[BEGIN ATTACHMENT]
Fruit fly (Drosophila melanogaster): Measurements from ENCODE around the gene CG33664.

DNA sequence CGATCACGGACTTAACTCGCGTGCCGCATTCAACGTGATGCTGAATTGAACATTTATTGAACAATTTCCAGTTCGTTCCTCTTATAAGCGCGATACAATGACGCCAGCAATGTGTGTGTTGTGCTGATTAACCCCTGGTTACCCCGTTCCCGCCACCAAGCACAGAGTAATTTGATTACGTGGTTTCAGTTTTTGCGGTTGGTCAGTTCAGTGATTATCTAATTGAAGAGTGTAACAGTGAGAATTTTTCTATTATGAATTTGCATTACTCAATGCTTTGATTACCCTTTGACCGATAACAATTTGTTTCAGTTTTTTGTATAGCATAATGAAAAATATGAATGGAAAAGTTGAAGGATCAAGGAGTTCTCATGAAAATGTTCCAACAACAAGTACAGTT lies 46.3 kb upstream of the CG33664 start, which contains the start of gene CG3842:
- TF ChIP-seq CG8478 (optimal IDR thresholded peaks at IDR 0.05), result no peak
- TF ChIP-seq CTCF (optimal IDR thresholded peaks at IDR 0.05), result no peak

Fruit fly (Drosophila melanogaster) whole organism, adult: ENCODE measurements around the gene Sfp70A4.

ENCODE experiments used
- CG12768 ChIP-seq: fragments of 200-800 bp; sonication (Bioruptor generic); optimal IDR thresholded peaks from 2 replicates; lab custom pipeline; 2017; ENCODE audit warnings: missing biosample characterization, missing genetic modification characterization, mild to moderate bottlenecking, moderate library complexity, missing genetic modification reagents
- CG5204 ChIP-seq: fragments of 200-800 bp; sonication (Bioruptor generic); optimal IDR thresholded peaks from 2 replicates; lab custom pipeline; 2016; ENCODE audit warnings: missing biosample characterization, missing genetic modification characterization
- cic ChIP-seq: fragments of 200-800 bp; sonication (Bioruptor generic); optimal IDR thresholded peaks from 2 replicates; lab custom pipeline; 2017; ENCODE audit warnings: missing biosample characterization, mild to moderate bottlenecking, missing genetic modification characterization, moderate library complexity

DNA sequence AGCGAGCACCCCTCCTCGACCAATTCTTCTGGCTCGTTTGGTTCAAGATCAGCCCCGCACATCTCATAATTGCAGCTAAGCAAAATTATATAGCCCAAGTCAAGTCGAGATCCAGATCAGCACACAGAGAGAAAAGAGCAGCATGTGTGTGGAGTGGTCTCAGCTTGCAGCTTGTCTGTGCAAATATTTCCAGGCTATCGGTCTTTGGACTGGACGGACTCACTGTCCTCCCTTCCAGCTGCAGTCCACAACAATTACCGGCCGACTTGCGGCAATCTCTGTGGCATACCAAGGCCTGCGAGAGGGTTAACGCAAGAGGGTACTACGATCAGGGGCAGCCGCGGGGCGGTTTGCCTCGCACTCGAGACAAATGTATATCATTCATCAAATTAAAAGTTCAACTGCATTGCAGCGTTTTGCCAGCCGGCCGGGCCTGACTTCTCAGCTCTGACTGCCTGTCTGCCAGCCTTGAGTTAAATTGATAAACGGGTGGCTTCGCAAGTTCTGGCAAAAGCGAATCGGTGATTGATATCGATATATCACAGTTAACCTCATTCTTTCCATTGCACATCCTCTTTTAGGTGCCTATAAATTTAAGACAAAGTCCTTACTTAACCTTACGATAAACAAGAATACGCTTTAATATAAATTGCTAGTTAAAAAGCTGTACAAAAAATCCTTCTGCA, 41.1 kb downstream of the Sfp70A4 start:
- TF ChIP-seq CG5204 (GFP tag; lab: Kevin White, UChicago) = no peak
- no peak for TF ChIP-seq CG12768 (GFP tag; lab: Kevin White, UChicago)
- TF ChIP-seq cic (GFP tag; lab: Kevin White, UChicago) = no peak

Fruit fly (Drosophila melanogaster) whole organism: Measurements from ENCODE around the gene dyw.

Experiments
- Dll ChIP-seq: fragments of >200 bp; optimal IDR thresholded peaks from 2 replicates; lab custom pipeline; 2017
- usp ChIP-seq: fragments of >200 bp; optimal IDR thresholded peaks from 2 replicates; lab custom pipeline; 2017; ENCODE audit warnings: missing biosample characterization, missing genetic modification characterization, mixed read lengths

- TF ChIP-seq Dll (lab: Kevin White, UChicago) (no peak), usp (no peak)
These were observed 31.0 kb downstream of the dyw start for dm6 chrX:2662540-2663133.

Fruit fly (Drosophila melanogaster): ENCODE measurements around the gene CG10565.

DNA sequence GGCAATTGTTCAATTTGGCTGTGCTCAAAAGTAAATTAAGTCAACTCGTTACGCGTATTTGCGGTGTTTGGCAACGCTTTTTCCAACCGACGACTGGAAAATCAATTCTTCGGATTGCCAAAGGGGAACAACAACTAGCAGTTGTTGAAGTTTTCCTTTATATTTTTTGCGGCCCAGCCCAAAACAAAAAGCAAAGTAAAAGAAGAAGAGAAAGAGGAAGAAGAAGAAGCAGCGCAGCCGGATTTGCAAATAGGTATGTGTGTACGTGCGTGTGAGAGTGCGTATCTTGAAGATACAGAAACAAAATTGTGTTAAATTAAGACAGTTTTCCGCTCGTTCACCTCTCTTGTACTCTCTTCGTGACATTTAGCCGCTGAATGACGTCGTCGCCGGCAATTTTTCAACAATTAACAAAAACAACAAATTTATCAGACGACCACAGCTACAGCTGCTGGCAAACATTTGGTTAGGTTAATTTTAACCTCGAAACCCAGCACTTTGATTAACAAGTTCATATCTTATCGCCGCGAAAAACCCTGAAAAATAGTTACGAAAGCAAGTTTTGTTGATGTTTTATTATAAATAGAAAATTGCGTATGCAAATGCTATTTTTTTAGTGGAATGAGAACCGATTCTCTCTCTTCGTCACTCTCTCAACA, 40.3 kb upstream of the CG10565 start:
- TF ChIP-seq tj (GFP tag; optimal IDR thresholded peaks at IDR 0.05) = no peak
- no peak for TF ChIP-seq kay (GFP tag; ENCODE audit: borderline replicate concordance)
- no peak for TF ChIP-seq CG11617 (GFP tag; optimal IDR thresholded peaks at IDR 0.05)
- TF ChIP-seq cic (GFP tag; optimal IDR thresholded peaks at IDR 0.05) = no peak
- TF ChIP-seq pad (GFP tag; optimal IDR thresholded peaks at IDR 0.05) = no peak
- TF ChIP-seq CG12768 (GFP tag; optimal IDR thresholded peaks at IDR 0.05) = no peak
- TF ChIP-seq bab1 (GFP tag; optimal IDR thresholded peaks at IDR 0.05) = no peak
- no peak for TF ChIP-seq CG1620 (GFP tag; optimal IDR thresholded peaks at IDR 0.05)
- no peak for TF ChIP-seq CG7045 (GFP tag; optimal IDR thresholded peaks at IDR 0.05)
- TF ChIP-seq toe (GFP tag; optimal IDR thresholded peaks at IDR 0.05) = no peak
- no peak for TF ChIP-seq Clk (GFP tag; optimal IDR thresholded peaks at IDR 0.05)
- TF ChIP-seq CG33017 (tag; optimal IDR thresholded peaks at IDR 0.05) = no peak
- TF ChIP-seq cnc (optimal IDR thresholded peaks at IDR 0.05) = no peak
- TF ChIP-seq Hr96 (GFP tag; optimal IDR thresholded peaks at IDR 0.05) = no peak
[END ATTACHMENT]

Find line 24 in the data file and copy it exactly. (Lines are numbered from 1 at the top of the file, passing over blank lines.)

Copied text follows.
- no peak for TF ChIP-seq CG11617 (GFP tag; optimal IDR thresholded peaks at IDR 0.05)